Nursing Home Abuse

Raising the Bar for Nursing Home Ratings

In late February of this year, federal star ratings of almost one-third of the nursing homes in the U.S. took a big hit. This is the result of a major adjustment of the quality standards that the Centers for Medicare and Medicaid Services references.  The goal is to make these ratings more meaningful to those considering long-term care facilities for themselves or for their elderly parents.

The main changes that went live on February 20, 2015 include adjusting the curve for the quality-measures (QM) rating. This rating is based on information about each patient. Here’s what Medicare states on its Nursing Home Compare website.

We have made 3 significant improvements to the Five Star Nursing Home Quality Rating System:

  1. Incorporated the 2 nursing home quality measures for antipsychotic use into the Quality Measure Rating.
  2. Increased the number of points necessary to earn a Quality Measure Star Rating of 2 or more stars.
  3. Changed the scoring method for the Staffing star rating. Nursing homes must earn a 4-star rating on either the RN or total Staffing rating to achieve an overall Staffing rating of 4-stars.

A large number of nursing homes are impacted by this new rating system and will see lower quality measure rating as a result of these changes.

Last fall, The New York Times published a scathing report about the nursing home rating system. The problem was that it relied too much on unverified information that even homes with a documented history of quality problems were earning top ratings. Nursing homes reported on two of the three major criteria used to rate operations — staffing levels and quality measures statistics — which were not audited by the federal government.

Last October, the federal government announced that it begin its requirement for nursing homes to report their staffing levels quarterly viaan electronic system. The new electronic system can verify the reports with payroll data. Moreover, a nationwide auditing program focused on the accuracy of a home’s quality statistic commenced at the same time.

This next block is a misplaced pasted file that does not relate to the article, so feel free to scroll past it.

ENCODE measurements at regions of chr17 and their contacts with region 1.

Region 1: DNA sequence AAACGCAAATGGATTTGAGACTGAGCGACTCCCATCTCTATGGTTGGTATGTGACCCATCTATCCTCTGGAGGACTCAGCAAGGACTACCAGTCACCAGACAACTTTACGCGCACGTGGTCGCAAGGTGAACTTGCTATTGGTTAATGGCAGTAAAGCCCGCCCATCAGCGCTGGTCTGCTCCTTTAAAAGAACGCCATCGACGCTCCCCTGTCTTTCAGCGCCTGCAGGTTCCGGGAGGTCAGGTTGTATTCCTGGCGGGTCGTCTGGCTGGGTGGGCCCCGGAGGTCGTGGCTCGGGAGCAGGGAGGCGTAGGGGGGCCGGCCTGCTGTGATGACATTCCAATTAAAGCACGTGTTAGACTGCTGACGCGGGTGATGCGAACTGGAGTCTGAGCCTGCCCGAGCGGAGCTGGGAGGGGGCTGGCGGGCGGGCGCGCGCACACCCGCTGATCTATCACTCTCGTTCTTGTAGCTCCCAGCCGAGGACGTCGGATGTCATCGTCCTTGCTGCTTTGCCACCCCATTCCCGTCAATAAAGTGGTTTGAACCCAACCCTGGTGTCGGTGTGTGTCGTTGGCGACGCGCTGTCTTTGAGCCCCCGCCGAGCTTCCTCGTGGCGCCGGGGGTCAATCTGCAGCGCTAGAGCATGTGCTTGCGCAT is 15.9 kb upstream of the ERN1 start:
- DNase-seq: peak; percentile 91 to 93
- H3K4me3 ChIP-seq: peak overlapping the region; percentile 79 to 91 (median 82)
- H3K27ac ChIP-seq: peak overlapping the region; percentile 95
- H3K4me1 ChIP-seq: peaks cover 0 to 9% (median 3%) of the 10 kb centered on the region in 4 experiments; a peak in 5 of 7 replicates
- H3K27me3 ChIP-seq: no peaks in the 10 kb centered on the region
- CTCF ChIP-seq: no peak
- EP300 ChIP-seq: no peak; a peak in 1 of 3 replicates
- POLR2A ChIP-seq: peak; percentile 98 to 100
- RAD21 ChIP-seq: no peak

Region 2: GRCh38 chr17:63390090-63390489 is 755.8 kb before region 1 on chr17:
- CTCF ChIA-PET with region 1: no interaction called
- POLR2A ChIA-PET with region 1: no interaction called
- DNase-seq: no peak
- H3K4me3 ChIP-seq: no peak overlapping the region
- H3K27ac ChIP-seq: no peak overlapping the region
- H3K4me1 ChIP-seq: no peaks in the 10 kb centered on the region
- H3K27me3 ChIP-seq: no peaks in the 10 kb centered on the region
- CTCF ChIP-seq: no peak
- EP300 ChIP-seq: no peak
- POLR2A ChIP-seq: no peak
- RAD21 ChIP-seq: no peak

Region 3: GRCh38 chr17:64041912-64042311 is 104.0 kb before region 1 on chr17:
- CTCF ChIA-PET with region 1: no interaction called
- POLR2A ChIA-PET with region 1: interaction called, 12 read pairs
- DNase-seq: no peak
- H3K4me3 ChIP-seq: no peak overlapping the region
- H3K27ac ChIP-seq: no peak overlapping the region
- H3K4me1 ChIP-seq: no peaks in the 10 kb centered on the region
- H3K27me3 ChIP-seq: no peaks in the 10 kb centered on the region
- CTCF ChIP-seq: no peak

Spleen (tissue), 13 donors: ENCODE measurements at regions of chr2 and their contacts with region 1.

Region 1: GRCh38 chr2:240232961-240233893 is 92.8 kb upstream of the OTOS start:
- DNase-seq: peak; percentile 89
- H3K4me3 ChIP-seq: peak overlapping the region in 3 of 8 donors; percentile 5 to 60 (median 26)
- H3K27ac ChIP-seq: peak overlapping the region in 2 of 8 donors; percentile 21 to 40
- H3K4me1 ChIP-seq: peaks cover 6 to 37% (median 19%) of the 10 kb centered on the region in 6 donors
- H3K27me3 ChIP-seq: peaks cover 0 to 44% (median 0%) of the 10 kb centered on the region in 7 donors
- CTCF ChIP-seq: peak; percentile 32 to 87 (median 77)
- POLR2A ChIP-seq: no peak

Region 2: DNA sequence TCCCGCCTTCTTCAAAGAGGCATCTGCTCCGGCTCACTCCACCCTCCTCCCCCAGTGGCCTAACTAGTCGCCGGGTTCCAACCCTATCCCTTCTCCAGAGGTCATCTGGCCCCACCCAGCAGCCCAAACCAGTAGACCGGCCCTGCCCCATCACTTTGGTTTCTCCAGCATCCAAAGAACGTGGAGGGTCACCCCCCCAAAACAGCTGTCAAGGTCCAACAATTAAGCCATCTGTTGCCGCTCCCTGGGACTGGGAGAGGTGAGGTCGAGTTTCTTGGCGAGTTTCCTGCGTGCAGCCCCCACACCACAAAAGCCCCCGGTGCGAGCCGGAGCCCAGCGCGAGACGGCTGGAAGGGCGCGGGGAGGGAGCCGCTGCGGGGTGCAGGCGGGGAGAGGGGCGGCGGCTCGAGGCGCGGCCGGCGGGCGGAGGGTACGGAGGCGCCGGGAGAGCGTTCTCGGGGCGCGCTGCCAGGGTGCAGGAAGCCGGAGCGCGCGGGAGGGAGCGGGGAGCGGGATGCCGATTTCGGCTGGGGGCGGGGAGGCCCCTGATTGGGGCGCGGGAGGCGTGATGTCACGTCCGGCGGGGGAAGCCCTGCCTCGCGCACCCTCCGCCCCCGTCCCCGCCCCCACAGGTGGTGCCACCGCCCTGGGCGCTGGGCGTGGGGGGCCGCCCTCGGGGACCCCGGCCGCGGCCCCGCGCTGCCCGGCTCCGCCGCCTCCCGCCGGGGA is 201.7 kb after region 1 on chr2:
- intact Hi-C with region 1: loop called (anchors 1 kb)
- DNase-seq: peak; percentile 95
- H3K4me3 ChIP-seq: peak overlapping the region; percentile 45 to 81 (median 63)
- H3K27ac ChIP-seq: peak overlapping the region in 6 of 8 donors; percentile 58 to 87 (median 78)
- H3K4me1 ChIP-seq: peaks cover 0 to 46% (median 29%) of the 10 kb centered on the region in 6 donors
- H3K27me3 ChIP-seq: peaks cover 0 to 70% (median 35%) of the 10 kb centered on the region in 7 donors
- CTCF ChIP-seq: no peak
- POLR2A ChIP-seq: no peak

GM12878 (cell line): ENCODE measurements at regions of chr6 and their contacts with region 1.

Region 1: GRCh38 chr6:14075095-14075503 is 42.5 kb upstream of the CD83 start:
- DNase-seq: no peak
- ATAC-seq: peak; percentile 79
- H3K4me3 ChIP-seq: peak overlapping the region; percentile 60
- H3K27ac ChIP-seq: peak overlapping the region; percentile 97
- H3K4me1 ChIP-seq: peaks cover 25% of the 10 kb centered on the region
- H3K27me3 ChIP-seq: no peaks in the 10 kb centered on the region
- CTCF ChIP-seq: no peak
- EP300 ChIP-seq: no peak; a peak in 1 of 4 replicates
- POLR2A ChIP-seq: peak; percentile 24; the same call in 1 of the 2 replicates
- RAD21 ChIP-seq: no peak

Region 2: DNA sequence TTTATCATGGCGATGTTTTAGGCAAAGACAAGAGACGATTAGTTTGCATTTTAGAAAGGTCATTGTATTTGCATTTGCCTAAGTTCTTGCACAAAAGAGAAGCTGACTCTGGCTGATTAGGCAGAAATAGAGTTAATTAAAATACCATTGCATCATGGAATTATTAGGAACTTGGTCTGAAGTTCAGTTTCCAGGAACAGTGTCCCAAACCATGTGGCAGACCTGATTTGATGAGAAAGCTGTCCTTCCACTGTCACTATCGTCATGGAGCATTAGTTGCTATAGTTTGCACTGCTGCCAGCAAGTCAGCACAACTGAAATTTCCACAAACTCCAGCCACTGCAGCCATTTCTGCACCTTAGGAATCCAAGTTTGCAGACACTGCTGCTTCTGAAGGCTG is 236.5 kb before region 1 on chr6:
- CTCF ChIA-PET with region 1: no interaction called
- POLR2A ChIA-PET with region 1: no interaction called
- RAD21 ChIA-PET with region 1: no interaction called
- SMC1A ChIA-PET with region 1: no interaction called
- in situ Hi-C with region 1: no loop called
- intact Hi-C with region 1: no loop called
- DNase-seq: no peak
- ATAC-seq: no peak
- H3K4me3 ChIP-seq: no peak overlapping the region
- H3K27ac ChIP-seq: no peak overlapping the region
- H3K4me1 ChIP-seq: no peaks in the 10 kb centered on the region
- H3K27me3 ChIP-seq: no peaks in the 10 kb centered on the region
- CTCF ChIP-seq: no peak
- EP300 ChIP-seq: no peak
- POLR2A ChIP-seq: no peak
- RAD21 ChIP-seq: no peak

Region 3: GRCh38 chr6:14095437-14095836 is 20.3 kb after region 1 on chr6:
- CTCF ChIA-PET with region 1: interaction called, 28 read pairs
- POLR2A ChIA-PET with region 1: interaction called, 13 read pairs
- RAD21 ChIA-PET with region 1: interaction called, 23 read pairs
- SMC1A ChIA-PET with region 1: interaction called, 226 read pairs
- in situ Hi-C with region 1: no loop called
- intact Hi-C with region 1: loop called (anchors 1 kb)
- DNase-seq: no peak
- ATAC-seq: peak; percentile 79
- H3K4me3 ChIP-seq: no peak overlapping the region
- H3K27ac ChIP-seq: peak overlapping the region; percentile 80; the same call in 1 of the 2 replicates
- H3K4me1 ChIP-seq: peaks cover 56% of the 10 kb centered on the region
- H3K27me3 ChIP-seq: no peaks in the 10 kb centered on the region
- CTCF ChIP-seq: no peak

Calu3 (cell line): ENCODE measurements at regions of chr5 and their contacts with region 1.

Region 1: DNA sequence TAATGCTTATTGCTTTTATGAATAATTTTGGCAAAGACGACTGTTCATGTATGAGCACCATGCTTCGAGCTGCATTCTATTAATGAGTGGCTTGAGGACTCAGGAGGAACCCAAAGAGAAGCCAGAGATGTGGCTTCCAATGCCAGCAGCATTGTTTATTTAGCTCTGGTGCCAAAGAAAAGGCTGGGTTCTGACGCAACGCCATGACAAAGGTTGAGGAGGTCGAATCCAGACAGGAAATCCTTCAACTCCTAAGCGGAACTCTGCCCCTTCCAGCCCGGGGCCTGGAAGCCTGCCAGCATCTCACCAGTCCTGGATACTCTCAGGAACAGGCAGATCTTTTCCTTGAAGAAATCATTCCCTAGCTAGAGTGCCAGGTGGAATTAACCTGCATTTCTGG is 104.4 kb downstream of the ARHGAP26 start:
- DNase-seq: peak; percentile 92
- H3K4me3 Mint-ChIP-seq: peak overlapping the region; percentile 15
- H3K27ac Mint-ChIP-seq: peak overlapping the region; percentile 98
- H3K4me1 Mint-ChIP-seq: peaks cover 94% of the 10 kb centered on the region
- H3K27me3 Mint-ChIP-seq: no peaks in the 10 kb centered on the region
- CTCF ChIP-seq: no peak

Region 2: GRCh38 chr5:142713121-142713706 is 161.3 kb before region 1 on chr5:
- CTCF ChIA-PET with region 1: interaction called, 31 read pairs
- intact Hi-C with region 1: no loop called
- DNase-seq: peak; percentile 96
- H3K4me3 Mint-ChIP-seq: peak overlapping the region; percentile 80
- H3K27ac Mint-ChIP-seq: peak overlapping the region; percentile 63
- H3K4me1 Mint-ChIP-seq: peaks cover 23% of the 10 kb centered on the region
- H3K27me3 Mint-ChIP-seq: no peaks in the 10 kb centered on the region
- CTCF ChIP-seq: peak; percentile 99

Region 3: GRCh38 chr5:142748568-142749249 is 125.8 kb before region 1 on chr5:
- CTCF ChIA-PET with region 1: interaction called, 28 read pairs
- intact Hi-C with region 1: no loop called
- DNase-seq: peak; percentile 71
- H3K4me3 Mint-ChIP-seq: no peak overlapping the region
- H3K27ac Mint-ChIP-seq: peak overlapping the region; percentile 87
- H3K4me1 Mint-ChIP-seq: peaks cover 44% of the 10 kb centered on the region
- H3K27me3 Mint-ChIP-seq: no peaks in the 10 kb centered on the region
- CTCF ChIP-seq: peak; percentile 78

As the New York Times points out: “Before the [Feb. 20, 2015] change, about 80% of the nation’s nursing homes received a four- or five-star rating out of five on their quality measures score; afterward, nearly half did. The number of homes receiving one star in that area increased to 13 percent, from 8.5 percent, after the recalibration.”

Consumer advocates on behalf of elder care applaud this stricter measure. Consumer Voice public policy director, Robyn Grant, told the NYT: “We think that rescaling the quality measures will result in improved reporting of the quality of care a nursing home may provide.” I can’t help but agree.

CNAs attempt to get minimum staffing levels mandated

When reading one of my favorite sites for local updates, the Public News Service, I was reminded about the sad state of affairs for Washington caregivers in the nursing home industry. Washington doesn’t have a state law that spells out minimum staffing levels in nursing homes.  In the 2015 legislative session, nursing home caregivers will continue their battle to implement some basic staffing minimums.

Nursing/healthcare workers union members lobby for minimum staffing standards later this month.

Nursing/healthcare workers union members lobby for minimum staffing standards later this month.

Nursing home workers cite three reasons to mandate minimum staff-to-resident ratios: 1) Better care for nursing home residents, 2) Less turnover for weary staff members, and 3) Greater safety for both groups.

Shelly Hughes has been a Certified Nursing Assistant (CNA) in Washington facilities for five years. She explained that rarely is there enough time or enough staff in place to give residents the care they need. “One of the most heartbreaking things about my job is that I see great, kindhearted, hard-working people leaving,” she says. “Not only my facility, but the industry entirely because they’re so frustrated with the level of care we’re able to give our residents.”

Ms. Hughes says under current conditions, a CNA could be on duty for 15 or 20 residents.  Can you imagine? That ratio is not at all conducive to quality care for nursing home patients. However, Hughes points out that the facilities know in advance when state surveyors are coming to inspect. This is when managers pitch in and there are plenty of people scheduled.

AARP research indicates an annual turnover rate of 52% among nursing home workers in the state. Hughes says SEIU’s proposal would implement staffing rules over a three-year period, and nursing homes would submit monthly staffing reports with payroll records to the state, to confirm that they’re in compliance. She and other caregivers with SEIU Local 775 have been sharing their stories with Washington lawmakers, and she believes a new state law is a matter of time. “It will take a while, but I haven’t met a legislator yet that disagrees with anything I have to say,” says Hughes. “I think the will is there, we just have to find a way.” She adds, Oregon and California both have direct-care staff requirements for nursing homes. Washington caregivers will make their case at a lobby day in Olympia later this month, January 29.  

Take a peek at the local nurses union and their inspirational message to its members at its website.

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